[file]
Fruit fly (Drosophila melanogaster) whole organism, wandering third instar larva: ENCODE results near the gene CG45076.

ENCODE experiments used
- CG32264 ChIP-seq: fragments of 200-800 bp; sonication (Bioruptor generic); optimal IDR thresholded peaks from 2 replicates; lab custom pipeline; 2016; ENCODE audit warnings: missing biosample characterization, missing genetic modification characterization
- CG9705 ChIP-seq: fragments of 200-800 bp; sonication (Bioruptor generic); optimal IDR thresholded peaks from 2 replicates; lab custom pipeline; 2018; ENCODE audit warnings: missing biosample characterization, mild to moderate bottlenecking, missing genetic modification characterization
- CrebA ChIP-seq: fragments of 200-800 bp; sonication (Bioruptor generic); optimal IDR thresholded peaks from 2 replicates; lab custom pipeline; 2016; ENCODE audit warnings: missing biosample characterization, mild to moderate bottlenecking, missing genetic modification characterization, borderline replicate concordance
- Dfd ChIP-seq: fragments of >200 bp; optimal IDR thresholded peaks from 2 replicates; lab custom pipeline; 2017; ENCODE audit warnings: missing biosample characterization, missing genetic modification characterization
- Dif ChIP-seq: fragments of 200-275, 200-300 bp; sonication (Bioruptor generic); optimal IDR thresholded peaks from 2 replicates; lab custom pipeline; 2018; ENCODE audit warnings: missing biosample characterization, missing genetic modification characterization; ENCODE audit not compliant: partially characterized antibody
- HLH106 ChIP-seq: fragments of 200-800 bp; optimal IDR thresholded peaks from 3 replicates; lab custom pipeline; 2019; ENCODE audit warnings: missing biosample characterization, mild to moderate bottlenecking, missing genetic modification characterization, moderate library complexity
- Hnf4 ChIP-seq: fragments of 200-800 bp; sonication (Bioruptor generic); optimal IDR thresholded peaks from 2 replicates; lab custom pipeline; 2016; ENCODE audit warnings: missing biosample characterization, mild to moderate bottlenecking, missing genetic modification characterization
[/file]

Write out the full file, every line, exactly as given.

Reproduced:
Fruit fly (Drosophila melanogaster) whole organism, wandering third instar larva: ENCODE results near the gene CG45076.

ENCODE experiments used
- CG32264 ChIP-seq: fragments of 200-800 bp; sonication (Bioruptor generic); optimal IDR thresholded peaks from 2 replicates; lab custom pipeline; 2016; ENCODE audit warnings: missing biosample characterization, missing genetic modification characterization
- CG9705 ChIP-seq: fragments of 200-800 bp; sonication (Bioruptor generic); optimal IDR thresholded peaks from 2 replicates; lab custom pipeline; 2018; ENCODE audit warnings: missing biosample characterization, mild to moderate bottlenecking, missing genetic modification characterization
- CrebA ChIP-seq: fragments of 200-800 bp; sonication (Bioruptor generic); optimal IDR thresholded peaks from 2 replicates; lab custom pipeline; 2016; ENCODE audit warnings: missing biosample characterization, mild to moderate bottlenecking, missing genetic modification characterization, borderline replicate concordance
- Dfd ChIP-seq: fragments of >200 bp; optimal IDR thresholded peaks from 2 replicates; lab custom pipeline; 2017; ENCODE audit warnings: missing biosample characterization, missing genetic modification characterization
- Dif ChIP-seq: fragments of 200-275, 200-300 bp; sonication (Bioruptor generic); optimal IDR thresholded peaks from 2 replicates; lab custom pipeline; 2018; ENCODE audit warnings: missing biosample characterization, missing genetic modification characterization; ENCODE audit not compliant: partially characterized antibody
- HLH106 ChIP-seq: fragments of 200-800 bp; optimal IDR thresholded peaks from 3 replicates; lab custom pipeline; 2019; ENCODE audit warnings: missing biosample characterization, mild to moderate bottlenecking, missing genetic modification characterization, moderate library complexity
- Hnf4 ChIP-seq: fragments of 200-800 bp; sonication (Bioruptor generic); optimal IDR thresholded peaks from 2 replicates; lab custom pipeline; 2016; ENCODE audit warnings: missing biosample characterization, mild to moderate bottlenecking, missing genetic modification characterization